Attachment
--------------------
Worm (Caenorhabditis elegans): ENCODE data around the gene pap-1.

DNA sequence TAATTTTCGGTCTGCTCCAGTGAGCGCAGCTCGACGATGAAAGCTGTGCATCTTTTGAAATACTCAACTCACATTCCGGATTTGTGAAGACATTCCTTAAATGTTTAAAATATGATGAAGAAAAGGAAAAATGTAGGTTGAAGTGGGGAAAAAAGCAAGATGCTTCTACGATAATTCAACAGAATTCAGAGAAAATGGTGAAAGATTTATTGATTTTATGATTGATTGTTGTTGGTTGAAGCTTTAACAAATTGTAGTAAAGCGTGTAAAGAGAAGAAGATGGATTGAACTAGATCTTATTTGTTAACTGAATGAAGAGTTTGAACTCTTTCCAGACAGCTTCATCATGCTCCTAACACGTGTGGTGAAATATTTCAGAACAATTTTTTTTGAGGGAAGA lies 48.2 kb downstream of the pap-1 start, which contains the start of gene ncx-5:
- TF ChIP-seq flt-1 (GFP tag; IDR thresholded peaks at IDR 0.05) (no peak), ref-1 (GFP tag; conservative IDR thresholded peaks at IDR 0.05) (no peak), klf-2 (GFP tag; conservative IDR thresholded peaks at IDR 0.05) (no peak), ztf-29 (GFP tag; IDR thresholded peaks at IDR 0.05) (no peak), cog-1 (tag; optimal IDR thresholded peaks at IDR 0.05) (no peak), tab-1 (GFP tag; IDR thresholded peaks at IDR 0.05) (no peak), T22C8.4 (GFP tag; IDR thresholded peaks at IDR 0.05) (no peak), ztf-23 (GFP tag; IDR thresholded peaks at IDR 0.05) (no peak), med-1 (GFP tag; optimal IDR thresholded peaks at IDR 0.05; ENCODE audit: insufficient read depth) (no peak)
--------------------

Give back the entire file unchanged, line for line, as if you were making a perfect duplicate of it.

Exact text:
Worm (Caenorhabditis elegans): ENCODE data around the gene pap-1.

DNA sequence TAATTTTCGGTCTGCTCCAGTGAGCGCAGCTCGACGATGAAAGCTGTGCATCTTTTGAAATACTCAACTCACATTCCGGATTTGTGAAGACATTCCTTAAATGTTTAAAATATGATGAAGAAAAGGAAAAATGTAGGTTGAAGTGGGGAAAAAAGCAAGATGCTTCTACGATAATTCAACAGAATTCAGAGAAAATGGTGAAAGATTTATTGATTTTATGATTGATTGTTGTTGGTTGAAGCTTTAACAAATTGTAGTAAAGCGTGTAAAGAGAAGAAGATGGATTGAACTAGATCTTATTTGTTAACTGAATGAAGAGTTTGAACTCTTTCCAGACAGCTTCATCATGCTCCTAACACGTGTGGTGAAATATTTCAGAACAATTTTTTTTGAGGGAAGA lies 48.2 kb downstream of the pap-1 start, which contains the start of gene ncx-5:
- TF ChIP-seq flt-1 (GFP tag; IDR thresholded peaks at IDR 0.05) (no peak), ref-1 (GFP tag; conservative IDR thresholded peaks at IDR 0.05) (no peak), klf-2 (GFP tag; conservative IDR thresholded peaks at IDR 0.05) (no peak), ztf-29 (GFP tag; IDR thresholded peaks at IDR 0.05) (no peak), cog-1 (tag; optimal IDR thresholded peaks at IDR 0.05) (no peak), tab-1 (GFP tag; IDR thresholded peaks at IDR 0.05) (no peak), T22C8.4 (GFP tag; IDR thresholded peaks at IDR 0.05) (no peak), ztf-23 (GFP tag; IDR thresholded peaks at IDR 0.05) (no peak), med-1 (GFP tag; optimal IDR thresholded peaks at IDR 0.05; ENCODE audit: insufficient read depth) (no peak)